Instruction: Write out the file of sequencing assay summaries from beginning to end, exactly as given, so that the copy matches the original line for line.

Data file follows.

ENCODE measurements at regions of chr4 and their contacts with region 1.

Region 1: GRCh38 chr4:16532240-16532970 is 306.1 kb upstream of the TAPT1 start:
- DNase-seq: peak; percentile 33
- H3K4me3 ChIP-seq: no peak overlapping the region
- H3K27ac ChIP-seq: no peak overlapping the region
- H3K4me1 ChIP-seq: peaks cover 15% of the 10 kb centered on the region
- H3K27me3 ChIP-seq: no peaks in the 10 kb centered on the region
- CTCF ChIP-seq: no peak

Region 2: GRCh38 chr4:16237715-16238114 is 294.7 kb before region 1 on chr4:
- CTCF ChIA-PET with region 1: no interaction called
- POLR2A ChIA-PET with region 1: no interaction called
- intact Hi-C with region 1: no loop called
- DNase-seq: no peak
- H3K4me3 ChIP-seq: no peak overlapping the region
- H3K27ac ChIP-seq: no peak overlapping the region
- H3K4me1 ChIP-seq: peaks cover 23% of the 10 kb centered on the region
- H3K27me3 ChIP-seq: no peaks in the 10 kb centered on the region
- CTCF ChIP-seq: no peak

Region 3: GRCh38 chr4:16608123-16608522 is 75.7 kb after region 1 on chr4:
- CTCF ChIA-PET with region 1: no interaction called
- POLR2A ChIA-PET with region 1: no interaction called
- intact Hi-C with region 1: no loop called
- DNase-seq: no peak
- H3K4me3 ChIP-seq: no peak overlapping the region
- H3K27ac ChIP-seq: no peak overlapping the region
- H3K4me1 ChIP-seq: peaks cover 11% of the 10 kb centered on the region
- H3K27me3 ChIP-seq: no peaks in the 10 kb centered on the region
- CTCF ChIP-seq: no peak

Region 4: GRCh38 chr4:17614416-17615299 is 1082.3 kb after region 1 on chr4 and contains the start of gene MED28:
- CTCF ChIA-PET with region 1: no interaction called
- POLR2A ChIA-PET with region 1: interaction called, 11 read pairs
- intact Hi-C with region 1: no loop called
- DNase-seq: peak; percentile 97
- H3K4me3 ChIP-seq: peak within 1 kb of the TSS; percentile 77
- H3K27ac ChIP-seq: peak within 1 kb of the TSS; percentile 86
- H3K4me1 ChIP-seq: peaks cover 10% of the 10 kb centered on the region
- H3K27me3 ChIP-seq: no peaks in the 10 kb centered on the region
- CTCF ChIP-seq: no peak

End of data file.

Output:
ENCODE measurements at regions of chr4 and their contacts with region 1.

Region 1: GRCh38 chr4:16532240-16532970 is 306.1 kb upstream of the TAPT1 start:
- DNase-seq: peak; percentile 33
- H3K4me3 ChIP-seq: no peak overlapping the region
- H3K27ac ChIP-seq: no peak overlapping the region
- H3K4me1 ChIP-seq: peaks cover 15% of the 10 kb centered on the region
- H3K27me3 ChIP-seq: no peaks in the 10 kb centered on the region
- CTCF ChIP-seq: no peak

Region 2: GRCh38 chr4:16237715-16238114 is 294.7 kb before region 1 on chr4:
- CTCF ChIA-PET with region 1: no interaction called
- POLR2A ChIA-PET with region 1: no interaction called
- intact Hi-C with region 1: no loop called
- DNase-seq: no peak
- H3K4me3 ChIP-seq: no peak overlapping the region
- H3K27ac ChIP-seq: no peak overlapping the region
- H3K4me1 ChIP-seq: peaks cover 23% of the 10 kb centered on the region
- H3K27me3 ChIP-seq: no peaks in the 10 kb centered on the region
- CTCF ChIP-seq: no peak

Region 3: GRCh38 chr4:16608123-16608522 is 75.7 kb after region 1 on chr4:
- CTCF ChIA-PET with region 1: no interaction called
- POLR2A ChIA-PET with region 1: no interaction called
- intact Hi-C with region 1: no loop called
- DNase-seq: no peak
- H3K4me3 ChIP-seq: no peak overlapping the region
- H3K27ac ChIP-seq: no peak overlapping the region
- H3K4me1 ChIP-seq: peaks cover 11% of the 10 kb centered on the region
- H3K27me3 ChIP-seq: no peaks in the 10 kb centered on the region
- CTCF ChIP-seq: no peak

Region 4: GRCh38 chr4:17614416-17615299 is 1082.3 kb after region 1 on chr4 and contains the start of gene MED28:
- CTCF ChIA-PET with region 1: no interaction called
- POLR2A ChIA-PET with region 1: interaction called, 11 read pairs
- intact Hi-C with region 1: no loop called
- DNase-seq: peak; percentile 97
- H3K4me3 ChIP-seq: peak within 1 kb of the TSS; percentile 77
- H3K27ac ChIP-seq: peak within 1 kb of the TSS; percentile 86
- H3K4me1 ChIP-seq: peaks cover 10% of the 10 kb centered on the region
- H3K27me3 ChIP-seq: no peaks in the 10 kb centered on the region
- CTCF ChIP-seq: no peak